The intended parent(s) are not going to become the legal parent(s) of the child, as this can only be conferred upon them through a Parental Order.  They can however seek ‘parental responsibility’ for the child by applying for a Child Arrangements Order.  This is commonly applied for in circumstances where parents have separated and regulates who a child will live with and what time they will spend with each parent.  It is, however, an option open for intended parents.  By securing a Child Arrangements Order confirming that the child will live with them, it will also confer upon them parental responsibility.  This will allow the intended parents to make day to day decisions in respect of the children, for example in relation to their religion, schooling and healthcare.  It is important to remember, however, that the surrogate mother (and her spouse / civil partner / partner, where applicable) will still be the legal parent(s) of the child.  This cannot be extinguished in the absence of a Parental Order.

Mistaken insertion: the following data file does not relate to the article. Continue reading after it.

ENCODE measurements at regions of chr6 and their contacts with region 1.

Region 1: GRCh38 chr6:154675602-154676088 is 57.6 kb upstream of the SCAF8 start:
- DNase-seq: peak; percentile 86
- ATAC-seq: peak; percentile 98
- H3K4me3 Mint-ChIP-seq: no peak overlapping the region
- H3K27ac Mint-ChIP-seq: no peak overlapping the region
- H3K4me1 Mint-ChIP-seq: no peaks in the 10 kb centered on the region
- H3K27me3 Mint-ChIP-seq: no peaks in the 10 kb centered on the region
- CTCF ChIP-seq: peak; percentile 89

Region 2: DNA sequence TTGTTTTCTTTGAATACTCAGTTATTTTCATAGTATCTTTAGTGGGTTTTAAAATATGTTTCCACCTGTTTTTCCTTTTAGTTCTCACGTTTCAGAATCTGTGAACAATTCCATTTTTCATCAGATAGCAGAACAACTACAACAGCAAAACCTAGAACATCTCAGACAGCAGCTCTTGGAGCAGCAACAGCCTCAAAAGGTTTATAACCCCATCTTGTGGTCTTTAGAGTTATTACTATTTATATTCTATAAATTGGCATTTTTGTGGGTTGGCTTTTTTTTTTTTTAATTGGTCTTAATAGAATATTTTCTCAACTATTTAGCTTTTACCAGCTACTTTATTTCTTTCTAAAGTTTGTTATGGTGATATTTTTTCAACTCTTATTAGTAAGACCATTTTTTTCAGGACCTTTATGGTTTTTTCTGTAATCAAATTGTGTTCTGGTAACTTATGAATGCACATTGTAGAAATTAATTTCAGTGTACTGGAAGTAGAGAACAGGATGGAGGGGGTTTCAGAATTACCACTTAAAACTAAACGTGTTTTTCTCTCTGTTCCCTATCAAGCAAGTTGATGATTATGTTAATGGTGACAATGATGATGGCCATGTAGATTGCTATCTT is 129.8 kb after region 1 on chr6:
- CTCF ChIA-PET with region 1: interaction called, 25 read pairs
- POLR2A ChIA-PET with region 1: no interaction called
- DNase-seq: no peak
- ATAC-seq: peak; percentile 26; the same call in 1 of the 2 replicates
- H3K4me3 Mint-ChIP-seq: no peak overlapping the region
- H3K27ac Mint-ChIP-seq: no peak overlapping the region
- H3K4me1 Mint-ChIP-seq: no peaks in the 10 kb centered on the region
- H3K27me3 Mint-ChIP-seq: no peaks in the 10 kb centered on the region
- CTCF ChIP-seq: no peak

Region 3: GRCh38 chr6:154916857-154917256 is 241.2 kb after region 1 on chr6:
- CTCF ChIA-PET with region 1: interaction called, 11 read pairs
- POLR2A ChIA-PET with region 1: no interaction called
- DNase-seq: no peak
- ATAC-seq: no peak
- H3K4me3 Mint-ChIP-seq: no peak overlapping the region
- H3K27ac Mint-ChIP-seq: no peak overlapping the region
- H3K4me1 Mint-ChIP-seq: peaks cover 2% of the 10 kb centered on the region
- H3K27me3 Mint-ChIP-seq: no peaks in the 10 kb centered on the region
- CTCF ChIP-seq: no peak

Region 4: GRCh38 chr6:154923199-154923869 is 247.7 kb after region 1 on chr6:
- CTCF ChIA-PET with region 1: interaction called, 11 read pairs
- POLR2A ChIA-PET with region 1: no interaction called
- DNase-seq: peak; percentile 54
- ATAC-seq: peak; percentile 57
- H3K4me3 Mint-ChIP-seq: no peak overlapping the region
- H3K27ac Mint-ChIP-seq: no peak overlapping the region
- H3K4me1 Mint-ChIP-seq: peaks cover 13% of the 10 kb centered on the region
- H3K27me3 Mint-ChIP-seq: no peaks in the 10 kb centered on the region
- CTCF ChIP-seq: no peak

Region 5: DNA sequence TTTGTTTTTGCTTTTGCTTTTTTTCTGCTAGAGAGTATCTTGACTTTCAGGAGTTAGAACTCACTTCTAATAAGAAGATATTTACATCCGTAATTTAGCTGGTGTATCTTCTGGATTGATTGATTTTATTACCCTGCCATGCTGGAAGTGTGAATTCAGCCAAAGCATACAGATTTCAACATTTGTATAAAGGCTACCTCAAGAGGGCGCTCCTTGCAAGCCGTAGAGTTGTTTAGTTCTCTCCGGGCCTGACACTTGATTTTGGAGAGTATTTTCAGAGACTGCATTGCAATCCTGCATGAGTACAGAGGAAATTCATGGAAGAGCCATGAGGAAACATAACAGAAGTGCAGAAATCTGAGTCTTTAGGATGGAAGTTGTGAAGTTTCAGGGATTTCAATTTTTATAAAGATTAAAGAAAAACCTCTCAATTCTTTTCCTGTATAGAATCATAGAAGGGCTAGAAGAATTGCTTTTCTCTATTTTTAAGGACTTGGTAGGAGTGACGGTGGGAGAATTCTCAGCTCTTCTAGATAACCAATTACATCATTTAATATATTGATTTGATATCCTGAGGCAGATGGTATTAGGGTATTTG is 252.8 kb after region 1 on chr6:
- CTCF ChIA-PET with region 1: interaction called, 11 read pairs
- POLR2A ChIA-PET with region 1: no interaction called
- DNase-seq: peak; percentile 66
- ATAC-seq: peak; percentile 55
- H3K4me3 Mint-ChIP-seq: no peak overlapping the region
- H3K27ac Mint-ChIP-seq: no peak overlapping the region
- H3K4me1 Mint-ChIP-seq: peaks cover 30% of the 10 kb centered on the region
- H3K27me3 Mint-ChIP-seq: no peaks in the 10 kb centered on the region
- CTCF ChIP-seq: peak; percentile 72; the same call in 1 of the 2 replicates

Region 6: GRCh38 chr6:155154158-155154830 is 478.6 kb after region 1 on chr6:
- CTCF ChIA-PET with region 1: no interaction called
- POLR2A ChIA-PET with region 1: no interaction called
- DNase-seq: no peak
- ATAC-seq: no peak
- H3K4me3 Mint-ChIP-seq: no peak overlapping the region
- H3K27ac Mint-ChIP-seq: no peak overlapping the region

In this situation, it is going to be vital for the intended parent(s) to make sure that they have a valid will in place to ensure that the child will inherit from them in the event of their death.  They need to make sure that they all of the mechanisms in place to make sure the child will inherit in the same way that they would have done had they become the legal parent(s).

If you or a family member would like to talk to us in confidence on this issue, our first contact is time unlimited and free of charge. Please contact us.

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Helen Page

Associate level Senior Legal Advisor